Automated sorting machines reduce post-harvest loss during grading – an issue that has plagued the fresh produce sector for decades.
“Post-harvest loss in India amounts to USD 13 billion.”
The definition of loss, which starts from the time food is harvested till it reaches retail shelves, is not limited to quantity. It also includes measurable degradation of the quality of harvested food along the supply chain.
Because poor quality produce fetches a lower market price, which leads to economic loss.
Whittling down to our focus – just fruits and vegetables – the post-harvest loss is around 18%. There are multitudes of problems that lend to the loss – absence of good cold storages, inadequate transportation to pack-houses or subsequently to retailers.
But the very first issue and the one that has plagued the industry for years is grading.
The problems manual sorting causes
Sorting of fruits and vegetables after harvest is manual, which makes it subjective. What I may sort as a perfectly edible but slightly misshapen tomato, you may grade into the ‘rejected’ pile.
And because the process is manual, it is also slower, lacks standardisation and prone to a high degree of error. When you’ve sorted through tonnes of tomatoes, you tend to stop seeing defects.
As a result, fresh produce brought to the market is often damaged, shrivelled, rotten or even unripe. So, it either fetches a lower price or is outrightly chucked out.
The solution digitised sorting delivers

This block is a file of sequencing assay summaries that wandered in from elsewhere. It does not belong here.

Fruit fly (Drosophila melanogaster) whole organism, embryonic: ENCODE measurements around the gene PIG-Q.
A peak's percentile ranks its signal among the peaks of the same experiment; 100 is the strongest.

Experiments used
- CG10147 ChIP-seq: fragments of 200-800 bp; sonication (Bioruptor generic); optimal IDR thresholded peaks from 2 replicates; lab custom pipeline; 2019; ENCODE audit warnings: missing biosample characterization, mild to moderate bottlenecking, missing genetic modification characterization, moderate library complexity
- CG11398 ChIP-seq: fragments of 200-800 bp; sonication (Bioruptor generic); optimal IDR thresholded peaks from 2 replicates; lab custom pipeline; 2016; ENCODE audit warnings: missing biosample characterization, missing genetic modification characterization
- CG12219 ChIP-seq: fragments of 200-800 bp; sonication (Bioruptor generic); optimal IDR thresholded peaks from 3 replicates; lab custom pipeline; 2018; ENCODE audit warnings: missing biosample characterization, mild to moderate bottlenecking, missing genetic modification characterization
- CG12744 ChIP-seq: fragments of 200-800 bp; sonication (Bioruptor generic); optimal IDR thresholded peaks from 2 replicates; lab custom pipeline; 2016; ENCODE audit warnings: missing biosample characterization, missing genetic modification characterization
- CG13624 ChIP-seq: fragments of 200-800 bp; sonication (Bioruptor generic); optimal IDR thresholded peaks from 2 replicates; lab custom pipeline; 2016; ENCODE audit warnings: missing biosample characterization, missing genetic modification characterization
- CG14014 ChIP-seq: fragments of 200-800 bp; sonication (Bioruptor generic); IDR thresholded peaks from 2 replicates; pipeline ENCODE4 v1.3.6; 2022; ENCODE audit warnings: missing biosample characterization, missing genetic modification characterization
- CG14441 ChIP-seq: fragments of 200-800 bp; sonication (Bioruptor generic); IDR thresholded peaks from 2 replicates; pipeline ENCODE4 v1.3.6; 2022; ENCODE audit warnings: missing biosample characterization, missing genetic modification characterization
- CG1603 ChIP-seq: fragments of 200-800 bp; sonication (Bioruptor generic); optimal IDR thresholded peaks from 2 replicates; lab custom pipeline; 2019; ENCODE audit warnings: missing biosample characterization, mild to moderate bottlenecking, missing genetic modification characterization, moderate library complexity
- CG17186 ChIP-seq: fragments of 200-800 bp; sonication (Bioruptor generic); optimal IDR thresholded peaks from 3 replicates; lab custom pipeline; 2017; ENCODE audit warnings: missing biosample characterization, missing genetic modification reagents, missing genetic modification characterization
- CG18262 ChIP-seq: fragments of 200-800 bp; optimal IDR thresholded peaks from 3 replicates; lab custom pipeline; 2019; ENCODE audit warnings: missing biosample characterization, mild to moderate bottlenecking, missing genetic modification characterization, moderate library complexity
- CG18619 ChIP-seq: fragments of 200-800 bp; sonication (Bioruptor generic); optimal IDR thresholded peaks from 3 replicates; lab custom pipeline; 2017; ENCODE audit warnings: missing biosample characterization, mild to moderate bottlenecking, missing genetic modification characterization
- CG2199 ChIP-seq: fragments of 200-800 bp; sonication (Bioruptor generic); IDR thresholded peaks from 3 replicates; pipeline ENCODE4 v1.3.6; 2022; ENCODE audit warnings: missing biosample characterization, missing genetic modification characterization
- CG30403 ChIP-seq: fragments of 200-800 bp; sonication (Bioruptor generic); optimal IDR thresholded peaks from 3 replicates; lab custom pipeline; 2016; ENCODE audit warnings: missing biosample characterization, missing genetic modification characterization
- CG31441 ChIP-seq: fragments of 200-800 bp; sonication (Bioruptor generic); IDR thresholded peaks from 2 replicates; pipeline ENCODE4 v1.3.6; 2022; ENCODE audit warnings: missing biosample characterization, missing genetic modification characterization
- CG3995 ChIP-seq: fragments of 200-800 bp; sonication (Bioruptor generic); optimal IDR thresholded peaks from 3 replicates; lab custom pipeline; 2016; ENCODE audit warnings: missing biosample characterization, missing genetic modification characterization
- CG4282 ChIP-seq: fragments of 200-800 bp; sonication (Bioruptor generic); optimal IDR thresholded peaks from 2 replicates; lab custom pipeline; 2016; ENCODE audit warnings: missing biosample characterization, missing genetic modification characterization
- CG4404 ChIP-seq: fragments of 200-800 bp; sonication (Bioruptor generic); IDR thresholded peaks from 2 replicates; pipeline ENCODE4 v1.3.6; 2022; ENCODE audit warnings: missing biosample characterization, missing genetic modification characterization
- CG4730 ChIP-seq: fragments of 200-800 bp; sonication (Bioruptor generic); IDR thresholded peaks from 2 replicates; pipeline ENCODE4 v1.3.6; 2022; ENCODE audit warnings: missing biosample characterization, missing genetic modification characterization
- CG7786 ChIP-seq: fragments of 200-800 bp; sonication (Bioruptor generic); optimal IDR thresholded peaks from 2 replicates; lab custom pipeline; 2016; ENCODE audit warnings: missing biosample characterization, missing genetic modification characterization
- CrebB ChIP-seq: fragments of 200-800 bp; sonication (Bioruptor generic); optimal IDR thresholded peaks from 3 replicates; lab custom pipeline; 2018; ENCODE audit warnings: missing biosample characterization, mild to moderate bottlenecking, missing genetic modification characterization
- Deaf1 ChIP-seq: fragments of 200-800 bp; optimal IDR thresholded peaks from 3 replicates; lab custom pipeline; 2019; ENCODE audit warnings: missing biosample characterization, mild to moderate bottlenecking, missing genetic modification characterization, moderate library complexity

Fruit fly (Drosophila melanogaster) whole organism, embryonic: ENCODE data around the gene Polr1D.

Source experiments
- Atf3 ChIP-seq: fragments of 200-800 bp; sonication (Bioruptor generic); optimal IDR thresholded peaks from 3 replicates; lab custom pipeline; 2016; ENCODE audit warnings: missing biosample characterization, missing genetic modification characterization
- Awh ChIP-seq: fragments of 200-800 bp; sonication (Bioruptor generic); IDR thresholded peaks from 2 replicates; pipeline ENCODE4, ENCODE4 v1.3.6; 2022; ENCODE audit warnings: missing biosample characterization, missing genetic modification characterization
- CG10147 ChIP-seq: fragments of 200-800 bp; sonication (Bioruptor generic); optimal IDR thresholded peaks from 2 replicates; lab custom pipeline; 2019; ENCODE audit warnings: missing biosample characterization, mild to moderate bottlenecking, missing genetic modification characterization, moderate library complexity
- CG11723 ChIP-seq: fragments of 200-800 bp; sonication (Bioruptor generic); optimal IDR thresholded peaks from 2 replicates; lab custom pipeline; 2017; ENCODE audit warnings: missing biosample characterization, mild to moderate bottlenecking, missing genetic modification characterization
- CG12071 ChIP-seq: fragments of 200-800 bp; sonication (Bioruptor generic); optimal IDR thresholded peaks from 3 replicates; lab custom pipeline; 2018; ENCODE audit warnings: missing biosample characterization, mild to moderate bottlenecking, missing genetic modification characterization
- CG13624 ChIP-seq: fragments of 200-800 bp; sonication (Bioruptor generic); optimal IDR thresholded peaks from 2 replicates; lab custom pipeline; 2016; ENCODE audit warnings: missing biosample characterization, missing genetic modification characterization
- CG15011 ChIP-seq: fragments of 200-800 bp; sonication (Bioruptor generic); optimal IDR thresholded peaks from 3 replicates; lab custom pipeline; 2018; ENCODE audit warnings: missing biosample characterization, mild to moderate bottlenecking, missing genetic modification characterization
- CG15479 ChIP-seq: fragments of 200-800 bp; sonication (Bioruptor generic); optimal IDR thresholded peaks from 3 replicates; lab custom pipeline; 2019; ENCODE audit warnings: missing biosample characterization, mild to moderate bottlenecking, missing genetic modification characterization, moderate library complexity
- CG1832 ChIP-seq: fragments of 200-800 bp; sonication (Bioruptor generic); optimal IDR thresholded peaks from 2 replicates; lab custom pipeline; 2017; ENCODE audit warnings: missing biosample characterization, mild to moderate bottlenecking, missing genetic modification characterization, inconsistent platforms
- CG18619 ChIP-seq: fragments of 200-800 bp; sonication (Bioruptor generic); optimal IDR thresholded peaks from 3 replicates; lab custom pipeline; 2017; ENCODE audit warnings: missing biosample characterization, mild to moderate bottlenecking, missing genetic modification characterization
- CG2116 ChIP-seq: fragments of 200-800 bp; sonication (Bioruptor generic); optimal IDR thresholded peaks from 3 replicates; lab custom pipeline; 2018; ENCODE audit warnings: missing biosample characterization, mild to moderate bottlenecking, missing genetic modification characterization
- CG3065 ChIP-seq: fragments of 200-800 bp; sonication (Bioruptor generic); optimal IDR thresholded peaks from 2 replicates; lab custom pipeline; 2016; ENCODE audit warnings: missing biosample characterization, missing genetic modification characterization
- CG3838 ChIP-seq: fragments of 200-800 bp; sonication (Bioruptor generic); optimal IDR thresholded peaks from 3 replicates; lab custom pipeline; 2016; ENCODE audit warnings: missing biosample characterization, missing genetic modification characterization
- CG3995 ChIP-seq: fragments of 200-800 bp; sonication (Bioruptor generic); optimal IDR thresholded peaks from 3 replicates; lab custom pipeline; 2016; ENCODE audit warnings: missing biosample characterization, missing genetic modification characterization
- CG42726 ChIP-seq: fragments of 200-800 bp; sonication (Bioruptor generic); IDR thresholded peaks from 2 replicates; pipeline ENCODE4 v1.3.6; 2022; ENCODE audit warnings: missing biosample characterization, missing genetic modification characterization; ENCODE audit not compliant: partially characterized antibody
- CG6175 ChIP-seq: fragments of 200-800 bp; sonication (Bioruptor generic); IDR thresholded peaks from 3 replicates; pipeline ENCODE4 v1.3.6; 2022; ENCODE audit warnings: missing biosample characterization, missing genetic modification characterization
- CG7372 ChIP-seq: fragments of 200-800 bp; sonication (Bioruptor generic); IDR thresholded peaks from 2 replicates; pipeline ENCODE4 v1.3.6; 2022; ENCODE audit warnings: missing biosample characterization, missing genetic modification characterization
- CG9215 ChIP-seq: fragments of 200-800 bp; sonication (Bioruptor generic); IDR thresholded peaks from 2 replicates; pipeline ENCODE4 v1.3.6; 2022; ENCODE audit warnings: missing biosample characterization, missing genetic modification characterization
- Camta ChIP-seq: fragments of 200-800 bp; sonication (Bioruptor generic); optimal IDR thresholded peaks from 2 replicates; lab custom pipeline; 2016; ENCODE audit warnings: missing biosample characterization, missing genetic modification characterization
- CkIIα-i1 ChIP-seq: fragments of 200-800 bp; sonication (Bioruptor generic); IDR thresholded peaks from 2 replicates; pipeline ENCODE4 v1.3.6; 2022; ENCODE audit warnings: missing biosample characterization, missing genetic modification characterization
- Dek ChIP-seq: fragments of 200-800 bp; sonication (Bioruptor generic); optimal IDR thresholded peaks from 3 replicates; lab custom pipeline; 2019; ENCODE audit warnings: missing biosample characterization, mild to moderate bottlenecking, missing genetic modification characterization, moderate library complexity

The systematic grading is also much faster and completely standardised. Why? Because a sorting tool allows you to set specific quality parameters.
But how does automated sorting reduce post-harvest loss?
There is a difference between damage that makes it impossible to use a fruit or vegetable and defect that only restricts the use.
A sorting machine can grade fruits and vegetables in diverse classes. The produce with top-notch size, weight, shape, colour, and maturity are sorted as Grade A. These are forwarded to transport to cold storage and then to the retail market. Thus, fetching a better price in the market.
While minimally bruised, or misshapen fresh produce are graded in lower categories. These are channelled elsewhere such as food processors. By redirecting stock where it can be used rather than thrown away, wastage is curbed. And the earlier in the supply chain this can be done, the higher the chances of extracting maximum economic value.
The only way forward
For most businesses, the age-old question has been how to reduce expenses. It’s a central, but not necessarily straightforward, issue to tackle.
In fresh produce, wastage equals expense.
The current (and manual) state of sorting post-harvest wastes both time and produce, making it a costly affair. Technologies like AI-driven sorting machines address this critical problem – saving time, produce and, most importantly, money.